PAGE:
Saturday, September 29, 2012

Health Benefits of Calendula

This post is for my sister Jen.  She has huge marigolds growing in her garden and recently harvested 4 of her plants.  She had almost a grocery bag full of flowers and still had a bunch left in the garden!
Pacific Beauty
What is Calendula?
From Wisegeek,
"Calendula is the genus name of a flowering plant more commonly known as the marigold, which is not only an attractive border plant, but is edible and has useful medicinal properties as well. Be warned, however, if you want to collect and dry your garden marigolds for herbal uses, that a number of other plants are also called 'marigolds'. Make sure yours are true Calendula officinalis before drying or eating them. Calendula flowers and leaves are edible and make an attractive addition to salads and soups. The flavor is usually slightly bitter and can add a tangy or tart flavor to your usual greens.
Calendula has a long history as a healing herb, most notably for the healing of wounds. It has antiseptic, antibacterial and antifungal properties that prevent infections, and it can support coagulation and scab-formation in sores that resist healing. For this reason, it is contraindicated in wounds that need to remain open until all the infection has drained away, since it may cause premature scabbing that would necessitate reopening the healing wound. Calendula can be applied as a poultice - a warm mash of the flowers held in place with a cloth - over wounds to stop bleeding, aid healing and prevent infection, and was a common battlefield first aid during the nineteenth century and beyond. Calendula was also widely used in tinctures, or herbal extractions with alcohol, and infusions, or teas made from the dried herb."

Health Benefits of Calendula
My favorite source, Herb Companion says:
"Used since Roman times, calendula (Calendula officinalis) has a centuries-old reputation as a wound healer. The bright yellow and orange blossoms contain volatile oils, tannins and resins that calm inflammation; speed healing; and have antibacterial, antifungal and antiviral properties.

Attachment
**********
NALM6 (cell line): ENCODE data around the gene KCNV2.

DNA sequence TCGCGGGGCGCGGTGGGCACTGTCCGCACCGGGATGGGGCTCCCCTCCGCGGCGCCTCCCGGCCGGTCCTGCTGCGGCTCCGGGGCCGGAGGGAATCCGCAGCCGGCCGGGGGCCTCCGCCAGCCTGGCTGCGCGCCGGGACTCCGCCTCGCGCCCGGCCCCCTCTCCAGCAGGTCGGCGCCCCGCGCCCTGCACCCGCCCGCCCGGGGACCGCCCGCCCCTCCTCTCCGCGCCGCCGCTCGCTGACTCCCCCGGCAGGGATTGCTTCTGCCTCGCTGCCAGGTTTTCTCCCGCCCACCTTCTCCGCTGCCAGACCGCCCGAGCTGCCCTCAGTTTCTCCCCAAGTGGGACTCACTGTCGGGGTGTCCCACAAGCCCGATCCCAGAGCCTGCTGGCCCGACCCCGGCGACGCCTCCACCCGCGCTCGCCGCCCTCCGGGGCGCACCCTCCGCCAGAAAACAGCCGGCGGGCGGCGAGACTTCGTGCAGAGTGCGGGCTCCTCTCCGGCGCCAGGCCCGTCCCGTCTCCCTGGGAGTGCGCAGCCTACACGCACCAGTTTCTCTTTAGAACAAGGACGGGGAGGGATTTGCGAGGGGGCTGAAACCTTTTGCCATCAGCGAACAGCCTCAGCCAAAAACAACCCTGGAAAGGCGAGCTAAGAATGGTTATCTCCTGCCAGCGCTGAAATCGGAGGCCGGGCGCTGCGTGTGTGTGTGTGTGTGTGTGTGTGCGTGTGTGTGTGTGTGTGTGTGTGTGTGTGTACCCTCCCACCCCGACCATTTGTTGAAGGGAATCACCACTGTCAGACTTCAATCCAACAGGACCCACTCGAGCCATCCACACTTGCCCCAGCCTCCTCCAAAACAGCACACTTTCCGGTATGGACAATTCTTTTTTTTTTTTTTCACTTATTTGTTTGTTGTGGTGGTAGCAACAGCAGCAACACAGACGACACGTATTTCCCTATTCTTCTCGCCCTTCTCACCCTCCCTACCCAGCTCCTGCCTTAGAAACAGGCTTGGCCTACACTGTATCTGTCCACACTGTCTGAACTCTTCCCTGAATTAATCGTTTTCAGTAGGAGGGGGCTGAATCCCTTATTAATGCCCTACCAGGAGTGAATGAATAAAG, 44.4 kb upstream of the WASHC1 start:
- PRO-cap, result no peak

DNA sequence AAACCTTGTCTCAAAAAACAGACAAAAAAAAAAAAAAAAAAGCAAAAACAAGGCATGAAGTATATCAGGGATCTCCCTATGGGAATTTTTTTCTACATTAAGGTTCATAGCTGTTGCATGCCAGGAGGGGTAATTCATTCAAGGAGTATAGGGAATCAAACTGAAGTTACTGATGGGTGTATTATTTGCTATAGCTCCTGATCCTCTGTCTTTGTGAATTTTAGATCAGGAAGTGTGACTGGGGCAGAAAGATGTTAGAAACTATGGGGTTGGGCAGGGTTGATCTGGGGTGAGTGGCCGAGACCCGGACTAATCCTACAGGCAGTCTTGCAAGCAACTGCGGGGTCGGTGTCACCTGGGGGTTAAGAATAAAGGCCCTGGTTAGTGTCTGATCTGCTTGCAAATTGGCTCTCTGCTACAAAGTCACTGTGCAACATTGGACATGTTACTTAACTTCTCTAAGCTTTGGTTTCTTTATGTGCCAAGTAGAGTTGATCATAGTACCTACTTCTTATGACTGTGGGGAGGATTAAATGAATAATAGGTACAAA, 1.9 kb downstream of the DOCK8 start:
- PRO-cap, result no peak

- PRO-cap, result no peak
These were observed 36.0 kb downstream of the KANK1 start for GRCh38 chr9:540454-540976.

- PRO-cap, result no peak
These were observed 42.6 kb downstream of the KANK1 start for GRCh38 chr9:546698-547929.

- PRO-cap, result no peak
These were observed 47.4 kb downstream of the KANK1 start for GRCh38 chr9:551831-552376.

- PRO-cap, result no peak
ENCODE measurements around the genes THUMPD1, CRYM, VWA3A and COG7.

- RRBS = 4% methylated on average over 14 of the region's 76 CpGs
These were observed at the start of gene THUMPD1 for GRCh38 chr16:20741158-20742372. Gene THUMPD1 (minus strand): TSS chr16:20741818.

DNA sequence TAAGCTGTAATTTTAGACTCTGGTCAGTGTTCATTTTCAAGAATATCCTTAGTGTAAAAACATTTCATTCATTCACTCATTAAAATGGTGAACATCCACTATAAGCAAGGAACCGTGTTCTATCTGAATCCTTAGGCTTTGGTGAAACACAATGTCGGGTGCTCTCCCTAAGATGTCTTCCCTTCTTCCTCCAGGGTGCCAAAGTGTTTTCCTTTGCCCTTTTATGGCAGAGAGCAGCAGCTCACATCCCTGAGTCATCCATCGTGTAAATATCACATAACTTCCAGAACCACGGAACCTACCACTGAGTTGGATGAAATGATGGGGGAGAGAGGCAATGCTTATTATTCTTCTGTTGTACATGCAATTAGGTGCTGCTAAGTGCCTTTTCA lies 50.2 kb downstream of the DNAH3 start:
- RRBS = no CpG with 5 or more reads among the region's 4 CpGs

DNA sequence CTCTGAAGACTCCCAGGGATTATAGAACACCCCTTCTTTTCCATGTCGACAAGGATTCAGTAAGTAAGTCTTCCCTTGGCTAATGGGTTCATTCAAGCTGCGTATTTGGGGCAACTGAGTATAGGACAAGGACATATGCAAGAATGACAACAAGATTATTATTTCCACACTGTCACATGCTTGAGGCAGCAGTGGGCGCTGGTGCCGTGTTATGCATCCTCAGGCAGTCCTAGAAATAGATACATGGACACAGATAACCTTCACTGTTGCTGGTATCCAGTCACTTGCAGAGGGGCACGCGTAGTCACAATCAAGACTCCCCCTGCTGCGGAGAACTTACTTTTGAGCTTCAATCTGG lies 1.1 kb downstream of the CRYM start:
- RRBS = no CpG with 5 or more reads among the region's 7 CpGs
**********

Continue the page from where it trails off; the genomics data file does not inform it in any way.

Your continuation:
In recent studies, calendula has been proven to help heal venous leg ulcers, which are notoriously slow-healing wounds caused by poor circulation. Calendula often is a primary ingredient in herbal salves for skin rashes, diaper rash, minor cuts and burns, and chapped lips. A strong tea made from calendula blossoms makes an excellent footbath for athlete’s foot, a facial wash for acne, an eyewash for conjunctivitis, a mouth rinse for aphthous ulcers (canker sores) or a vaginal wash for yeast infections."

It's a pretty Awesome plant!

Grow your own Calendula (Marigold)
Calendula is easily grown from seed and may be sown directly in the garden from early spring on into summer, with plenty of time left to get a good harvest of flowers. Tolerant of poor soils, calendula will grow in partial shade or full sun. The plant requires regular watering. Sometimes known as “pot marigold,” calendula is easily grown in pots on the doorstep or in window boxes. Ideal for children, the seeds are large and easily handled, and germination is almost assured even if planted by the inexperienced gardener. Sow about ¼ inch deep and pat down the row. Keep weeded and thin to 6 inches to 1 foot apart. The first flowers are produced only 40 to 50 days after seed germination. 

Calendula is also a great Companion Plant

 Linking up HERE.

*Don't forget, October 4th at Back to the Basics! The Salsa Garden Giveaway!

23 comments:

Katherines Corner said...

I grow marigolds in our garden every year. Hopping over and following along from Our Everyday Harvest xo

mary_smith said...

Thanks Katherine! Following back = )

Jenny said...

I love marigolds! Very informative post!! :)

Following from the blog hop!
http://aworldofcrafts.blogspot.com/